The Big Benefits

The biggest benefit for me was not contributing to non-biodegradable trash in landfills. Apart from that, I had other benefits:

  1. Not having to empty my cup for hours at a time. In fact, I could keep it on for 12 hours straight (a good night's sleep without having to worry about leaks). I just use a reusable panty liner to avoid leaks on a heavy day. So far...hardly any leaks at all. 
  2. No smell at all. Not like using feminine pads. 
  3. Being able to swim, play sports and exercise without worrying about my period. 
  4. Being able to measure my flow. The cup I was using can hold up to 23 ml. So, every time I emptied my cup, I could measure my flow. 
  5. Being more attuned to my body. Doing the Kegels exercise and being able to measure my menstrual flow made me more aware of my own body and where my cervix is. That's a good thing for a woman! 
More choices

Recently, Jenny of Mama.Baby.Love sent me a sample of a new menstrual cup called The MeLuna and it's fantastic! I actually researched this before and told Jenny about it and now it's here in the Philippines. This menstrual cup uses thermoplastic elastometer or TPE (unlike other cups that use medical grade silicone) but is just as safe as those made from medical grade silicone. 

I've read about MeLuna on other menstrual cup sites and a lot of the reviewers really respect MeLuna for continuously improving their product. They are the only company that makes different types of tabs at the end of the cups. They have the following choices: ball, tab, ring, and no tab at all. Apart from this, they also made a "soft" version of their product based on consumer feedback. 

The one I used looks like the one in the picture below. 

Picture taken from the MeLuna Canada site. 
The ring at the end of the cup is really, really helpful in pulling out the cup. Also, I'm not sure if I'm using the classic or the soft version but it feels a lot softer than the one from Lunette. I hardly know it's there at all after inserting the cup!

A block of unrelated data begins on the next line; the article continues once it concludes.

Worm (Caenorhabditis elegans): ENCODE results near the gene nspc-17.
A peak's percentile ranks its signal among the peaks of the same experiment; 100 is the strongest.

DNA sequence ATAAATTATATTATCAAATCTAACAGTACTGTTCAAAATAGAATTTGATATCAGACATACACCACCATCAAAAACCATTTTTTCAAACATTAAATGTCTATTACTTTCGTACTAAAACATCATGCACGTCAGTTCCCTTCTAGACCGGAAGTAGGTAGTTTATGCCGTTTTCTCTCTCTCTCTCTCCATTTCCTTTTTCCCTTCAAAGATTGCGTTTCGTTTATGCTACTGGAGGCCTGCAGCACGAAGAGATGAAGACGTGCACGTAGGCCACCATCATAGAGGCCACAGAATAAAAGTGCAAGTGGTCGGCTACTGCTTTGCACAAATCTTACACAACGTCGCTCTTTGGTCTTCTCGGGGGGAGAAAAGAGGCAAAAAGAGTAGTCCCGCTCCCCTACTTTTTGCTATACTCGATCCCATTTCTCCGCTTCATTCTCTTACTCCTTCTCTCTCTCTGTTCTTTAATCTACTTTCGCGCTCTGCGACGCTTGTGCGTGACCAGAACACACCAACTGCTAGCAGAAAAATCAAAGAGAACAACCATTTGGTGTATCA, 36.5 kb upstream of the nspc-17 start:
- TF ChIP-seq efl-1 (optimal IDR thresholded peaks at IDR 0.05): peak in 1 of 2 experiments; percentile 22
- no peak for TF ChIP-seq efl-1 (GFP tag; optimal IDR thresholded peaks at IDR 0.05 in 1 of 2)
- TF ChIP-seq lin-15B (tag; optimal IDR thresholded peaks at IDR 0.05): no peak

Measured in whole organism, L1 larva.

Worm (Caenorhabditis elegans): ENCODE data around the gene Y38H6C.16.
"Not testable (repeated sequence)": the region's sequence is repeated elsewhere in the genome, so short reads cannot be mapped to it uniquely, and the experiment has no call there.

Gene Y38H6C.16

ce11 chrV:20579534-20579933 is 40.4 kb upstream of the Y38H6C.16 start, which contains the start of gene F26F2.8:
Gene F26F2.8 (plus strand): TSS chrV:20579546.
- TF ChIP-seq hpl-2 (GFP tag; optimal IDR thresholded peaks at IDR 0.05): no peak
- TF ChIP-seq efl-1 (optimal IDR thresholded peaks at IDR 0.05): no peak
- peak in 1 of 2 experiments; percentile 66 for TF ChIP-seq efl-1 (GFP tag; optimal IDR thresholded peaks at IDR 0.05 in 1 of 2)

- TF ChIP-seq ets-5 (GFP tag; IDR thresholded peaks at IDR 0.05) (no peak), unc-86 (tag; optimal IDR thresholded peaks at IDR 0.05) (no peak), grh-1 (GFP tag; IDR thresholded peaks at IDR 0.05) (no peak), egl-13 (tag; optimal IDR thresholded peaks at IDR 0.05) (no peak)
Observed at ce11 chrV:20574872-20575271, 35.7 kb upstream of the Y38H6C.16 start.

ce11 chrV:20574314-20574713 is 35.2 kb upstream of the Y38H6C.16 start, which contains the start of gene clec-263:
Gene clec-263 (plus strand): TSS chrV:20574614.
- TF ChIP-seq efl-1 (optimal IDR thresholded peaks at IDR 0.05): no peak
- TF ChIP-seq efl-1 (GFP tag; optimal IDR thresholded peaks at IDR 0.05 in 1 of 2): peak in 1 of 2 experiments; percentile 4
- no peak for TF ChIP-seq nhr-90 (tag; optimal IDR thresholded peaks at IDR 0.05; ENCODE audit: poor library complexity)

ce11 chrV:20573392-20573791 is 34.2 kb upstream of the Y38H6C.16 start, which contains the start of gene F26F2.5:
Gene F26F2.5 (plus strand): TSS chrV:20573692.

If you're interested about Menstrual Cups, check out Jenny's store: Mama.Baby.Love. They're sold for Php 900 to Php 1,680, depending on what brand and what size you choose.  


Jenny @ Chronicles of A Nursing Mom said...

Thank you for this Justine!! Glad you are having a happy period! ;)

Jafie Catequista said...

Are there shops in the philippines selling menstrual cups?

Justine said...

Hi Jafie, yes. Jenny (above) has an online store. Check it out:

Anonymous said...

Pwede po kahit dalaga pa?

Justine said...

Hi Anonymous, yes, pwede siya sa dalaga. It doesn't really affect your hymen because the menstrual cup sits *low* in your cervix. Also, if you want a cup that suits you, some suppliers of the cups also have a soft version. Just ask the retailer (above) if she has the soft version available for the brand that you want. Here are links that might be helpful to you:

Anonymous said...

Thank you for your review and link to the MamaBabyLove store! Much appreciated :)

krizia otlucse said...

Pwede po Ba May sex basta gamit Ang menstrual cup,, wala po leak? TIA

Anonymous said...